With buds bursting early, only for a mild winter to turn Arctic and wipe them out, we are witnessing how warm weather can trigger flowering, even out of season, and how important it is for plants to blossom at the right time of year.
BBSRC-funded scientists have unpicked why temperature has such a powerful affect on how plants flower.
In research published in the journal Nature, scientists from the John Innes Centre on the Norwich Research Park have identified the switch that accelerates flowering time in response to temperature.
With warm air, a control gene, called PIF4, activates the flowering pathway, but at lower temperatures the gene is unable to act.
“What is striking is that temperature alone is able to exert such specific and precise control on the activity of PIF4,” said Dr Phil Wigge.
Previously, it has been shown that PIF4 is vital for controlling other aspects of plant responses to warmth, for example growth, but this is the first time that the gene has been shown to be necessary for the activation of flowering by temperature.
Flowering is activated by a special molecule, called Florigen.
Florigen is activated by many signals, including the longer days of spring. Some plants rely more on temperature, others more on daylength to control key stages in their life cycle such as leaf emergence and flowering. This is reflected in the old saying “Ash before Oak, you’re in for a soak; Oak before Ash, you’re in for a splash.”
While the pathway that activates florigen in response to daylength has been known for many years, how temperature activates Florigen has been a mystery until now.
At lower temperatures, plants do still flower eventually but via other pathways. Any acceleration triggered by PIF4 is lost as it does not bind to and switch on the Florigen gene. As temperatures increase, PIF4 is able to bind the Florigen gene and trigger flowering.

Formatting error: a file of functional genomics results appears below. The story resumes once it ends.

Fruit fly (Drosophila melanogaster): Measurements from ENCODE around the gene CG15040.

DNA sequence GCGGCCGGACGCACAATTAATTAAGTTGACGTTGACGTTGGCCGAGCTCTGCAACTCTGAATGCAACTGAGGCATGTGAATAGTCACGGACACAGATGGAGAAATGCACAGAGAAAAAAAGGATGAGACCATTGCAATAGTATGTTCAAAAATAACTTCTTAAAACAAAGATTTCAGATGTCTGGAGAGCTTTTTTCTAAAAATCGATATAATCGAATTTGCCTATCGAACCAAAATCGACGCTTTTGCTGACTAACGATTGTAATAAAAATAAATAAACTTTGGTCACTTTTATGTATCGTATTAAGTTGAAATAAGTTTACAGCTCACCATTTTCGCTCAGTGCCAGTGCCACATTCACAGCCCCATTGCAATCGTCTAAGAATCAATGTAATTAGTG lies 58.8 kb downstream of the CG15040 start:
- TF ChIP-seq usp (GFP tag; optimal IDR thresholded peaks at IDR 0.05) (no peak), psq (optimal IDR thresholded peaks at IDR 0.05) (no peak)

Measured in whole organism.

“Our findings explain at the molecular level what we observe in our gardens as the warmer temperatures of spring arrive,” said Wigge. “It also explains why plants are flowering earlier as a result of climate change.”
Wigge and colleagues hope their research will eventually allow temperature-resilient crops to be developed. Crops plants often respond very strongly to warmer temperatures, reducing yields. By understanding at the molecular levels how plants sense temperature, the team hopes to breed crops which are more resilient to climate change.
“Knowing the key players in the temperature response pathways will be a valuable tool for safeguarding food security in an era of climate change,” said Wigge.
With all seven of the warmest years on record in the UK having occurred in the past decade, the race is on to help crops cope with the effects of higher temperatures caused by climate change.
The John Innes Centre is strategically funded by BBSRC.